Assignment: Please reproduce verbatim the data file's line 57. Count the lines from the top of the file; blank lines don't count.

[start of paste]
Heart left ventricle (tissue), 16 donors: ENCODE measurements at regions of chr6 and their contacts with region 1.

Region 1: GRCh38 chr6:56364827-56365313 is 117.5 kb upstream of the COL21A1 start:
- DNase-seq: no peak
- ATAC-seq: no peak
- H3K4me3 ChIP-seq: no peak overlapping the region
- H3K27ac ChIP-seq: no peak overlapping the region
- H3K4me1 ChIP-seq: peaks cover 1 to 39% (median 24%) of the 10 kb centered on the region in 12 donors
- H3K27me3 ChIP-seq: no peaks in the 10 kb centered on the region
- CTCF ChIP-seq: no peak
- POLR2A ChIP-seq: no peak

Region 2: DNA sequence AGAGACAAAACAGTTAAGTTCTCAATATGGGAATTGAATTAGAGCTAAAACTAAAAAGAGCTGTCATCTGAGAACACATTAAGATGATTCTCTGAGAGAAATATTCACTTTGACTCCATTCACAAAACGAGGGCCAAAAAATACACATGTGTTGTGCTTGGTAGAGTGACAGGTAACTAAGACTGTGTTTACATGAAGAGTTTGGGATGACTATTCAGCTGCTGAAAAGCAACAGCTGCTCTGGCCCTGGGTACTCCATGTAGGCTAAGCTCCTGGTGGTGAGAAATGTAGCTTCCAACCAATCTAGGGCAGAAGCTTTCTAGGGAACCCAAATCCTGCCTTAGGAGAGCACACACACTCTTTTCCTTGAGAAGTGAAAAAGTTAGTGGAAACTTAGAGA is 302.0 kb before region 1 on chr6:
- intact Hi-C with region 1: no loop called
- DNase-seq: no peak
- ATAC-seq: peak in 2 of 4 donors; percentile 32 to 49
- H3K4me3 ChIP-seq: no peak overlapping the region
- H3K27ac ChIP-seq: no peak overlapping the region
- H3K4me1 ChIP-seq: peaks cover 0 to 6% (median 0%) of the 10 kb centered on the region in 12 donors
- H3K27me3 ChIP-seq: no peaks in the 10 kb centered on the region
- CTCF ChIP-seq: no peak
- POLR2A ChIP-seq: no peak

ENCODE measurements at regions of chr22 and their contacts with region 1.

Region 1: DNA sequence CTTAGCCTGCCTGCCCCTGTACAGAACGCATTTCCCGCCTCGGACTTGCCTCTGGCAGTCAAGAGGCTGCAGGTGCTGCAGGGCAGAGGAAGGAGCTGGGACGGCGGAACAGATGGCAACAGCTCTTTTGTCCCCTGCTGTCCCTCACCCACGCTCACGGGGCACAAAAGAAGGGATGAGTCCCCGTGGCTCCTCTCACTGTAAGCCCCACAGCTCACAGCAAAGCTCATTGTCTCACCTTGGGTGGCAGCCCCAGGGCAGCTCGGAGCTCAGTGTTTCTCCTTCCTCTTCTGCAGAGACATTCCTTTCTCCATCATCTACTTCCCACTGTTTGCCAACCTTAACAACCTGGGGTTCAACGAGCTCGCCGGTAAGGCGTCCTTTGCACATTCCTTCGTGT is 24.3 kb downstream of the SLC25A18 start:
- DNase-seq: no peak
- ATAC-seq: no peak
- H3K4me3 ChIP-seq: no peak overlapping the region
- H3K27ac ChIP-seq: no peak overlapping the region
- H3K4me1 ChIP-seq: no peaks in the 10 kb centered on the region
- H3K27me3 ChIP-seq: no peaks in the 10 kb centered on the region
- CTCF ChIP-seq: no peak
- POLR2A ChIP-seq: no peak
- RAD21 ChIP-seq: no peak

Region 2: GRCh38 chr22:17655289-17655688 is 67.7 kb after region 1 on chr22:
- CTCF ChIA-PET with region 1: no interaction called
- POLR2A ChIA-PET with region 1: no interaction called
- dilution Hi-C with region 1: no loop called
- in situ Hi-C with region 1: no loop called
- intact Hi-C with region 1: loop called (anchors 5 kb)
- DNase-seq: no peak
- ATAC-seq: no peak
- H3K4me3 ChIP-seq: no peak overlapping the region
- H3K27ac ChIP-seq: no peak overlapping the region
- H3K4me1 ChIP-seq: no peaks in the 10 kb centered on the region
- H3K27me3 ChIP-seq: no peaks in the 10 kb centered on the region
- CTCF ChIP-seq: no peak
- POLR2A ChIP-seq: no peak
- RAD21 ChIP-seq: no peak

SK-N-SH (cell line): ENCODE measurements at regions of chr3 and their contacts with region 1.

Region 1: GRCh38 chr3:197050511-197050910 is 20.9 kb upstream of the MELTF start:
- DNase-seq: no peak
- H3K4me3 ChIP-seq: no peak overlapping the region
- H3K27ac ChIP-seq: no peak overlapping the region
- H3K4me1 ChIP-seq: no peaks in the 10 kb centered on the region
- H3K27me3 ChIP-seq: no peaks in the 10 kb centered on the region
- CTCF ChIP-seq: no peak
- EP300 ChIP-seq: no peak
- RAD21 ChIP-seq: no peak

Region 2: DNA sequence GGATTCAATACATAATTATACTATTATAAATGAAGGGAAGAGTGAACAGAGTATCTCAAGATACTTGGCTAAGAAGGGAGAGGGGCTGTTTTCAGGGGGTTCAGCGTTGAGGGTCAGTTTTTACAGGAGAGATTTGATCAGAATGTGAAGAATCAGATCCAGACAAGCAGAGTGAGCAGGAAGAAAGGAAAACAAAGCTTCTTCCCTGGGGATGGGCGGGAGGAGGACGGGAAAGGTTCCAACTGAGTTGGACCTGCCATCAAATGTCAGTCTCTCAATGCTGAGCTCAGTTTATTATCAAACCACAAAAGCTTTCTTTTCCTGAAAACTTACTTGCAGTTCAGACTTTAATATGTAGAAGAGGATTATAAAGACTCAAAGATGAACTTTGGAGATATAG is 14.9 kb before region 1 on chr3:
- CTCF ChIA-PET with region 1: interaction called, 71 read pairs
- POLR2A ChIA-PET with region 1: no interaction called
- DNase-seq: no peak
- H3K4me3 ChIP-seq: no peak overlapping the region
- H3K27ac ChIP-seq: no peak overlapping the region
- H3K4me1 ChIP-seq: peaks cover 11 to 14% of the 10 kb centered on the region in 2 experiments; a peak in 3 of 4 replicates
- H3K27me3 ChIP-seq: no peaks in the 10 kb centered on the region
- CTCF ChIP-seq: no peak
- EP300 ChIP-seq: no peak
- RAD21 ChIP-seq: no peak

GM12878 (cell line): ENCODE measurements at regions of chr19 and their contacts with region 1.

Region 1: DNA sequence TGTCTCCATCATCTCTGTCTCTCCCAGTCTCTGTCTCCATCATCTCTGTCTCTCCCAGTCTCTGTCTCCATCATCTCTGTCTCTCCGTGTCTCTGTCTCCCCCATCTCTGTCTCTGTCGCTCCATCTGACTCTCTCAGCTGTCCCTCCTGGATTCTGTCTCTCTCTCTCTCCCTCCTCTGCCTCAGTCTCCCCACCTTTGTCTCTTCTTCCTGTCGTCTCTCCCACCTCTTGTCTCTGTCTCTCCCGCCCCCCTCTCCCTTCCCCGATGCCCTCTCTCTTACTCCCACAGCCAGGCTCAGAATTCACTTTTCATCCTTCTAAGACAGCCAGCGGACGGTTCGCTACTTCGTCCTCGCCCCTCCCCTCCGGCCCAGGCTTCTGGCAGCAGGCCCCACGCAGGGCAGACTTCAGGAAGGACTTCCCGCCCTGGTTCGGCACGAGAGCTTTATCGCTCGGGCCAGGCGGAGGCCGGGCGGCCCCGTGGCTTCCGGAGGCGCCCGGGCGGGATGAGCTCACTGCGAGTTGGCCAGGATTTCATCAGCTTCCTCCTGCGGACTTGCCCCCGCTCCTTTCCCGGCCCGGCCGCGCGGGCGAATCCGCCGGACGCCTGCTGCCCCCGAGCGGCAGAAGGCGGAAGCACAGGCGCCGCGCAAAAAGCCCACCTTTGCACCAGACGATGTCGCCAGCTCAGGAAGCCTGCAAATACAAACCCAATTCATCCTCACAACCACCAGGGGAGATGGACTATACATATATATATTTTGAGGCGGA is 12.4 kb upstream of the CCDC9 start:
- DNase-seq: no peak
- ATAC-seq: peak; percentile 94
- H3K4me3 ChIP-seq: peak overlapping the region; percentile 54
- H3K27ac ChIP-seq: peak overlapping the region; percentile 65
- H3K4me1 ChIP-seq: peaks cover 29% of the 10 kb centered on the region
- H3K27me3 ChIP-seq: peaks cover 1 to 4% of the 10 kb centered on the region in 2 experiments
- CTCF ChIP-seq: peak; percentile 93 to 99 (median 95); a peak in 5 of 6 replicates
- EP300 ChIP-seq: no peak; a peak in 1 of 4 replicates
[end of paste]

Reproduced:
Region 2: DNA sequence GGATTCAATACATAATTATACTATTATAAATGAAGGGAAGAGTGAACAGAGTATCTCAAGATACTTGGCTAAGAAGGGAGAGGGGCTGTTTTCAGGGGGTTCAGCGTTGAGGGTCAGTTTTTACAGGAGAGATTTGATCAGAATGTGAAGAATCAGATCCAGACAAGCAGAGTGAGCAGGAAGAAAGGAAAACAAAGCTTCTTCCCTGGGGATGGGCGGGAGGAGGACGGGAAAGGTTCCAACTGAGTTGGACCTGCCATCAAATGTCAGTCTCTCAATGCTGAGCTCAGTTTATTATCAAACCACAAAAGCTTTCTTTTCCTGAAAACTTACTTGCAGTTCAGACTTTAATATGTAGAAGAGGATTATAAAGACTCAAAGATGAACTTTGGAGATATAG is 14.9 kb before region 1 on chr3: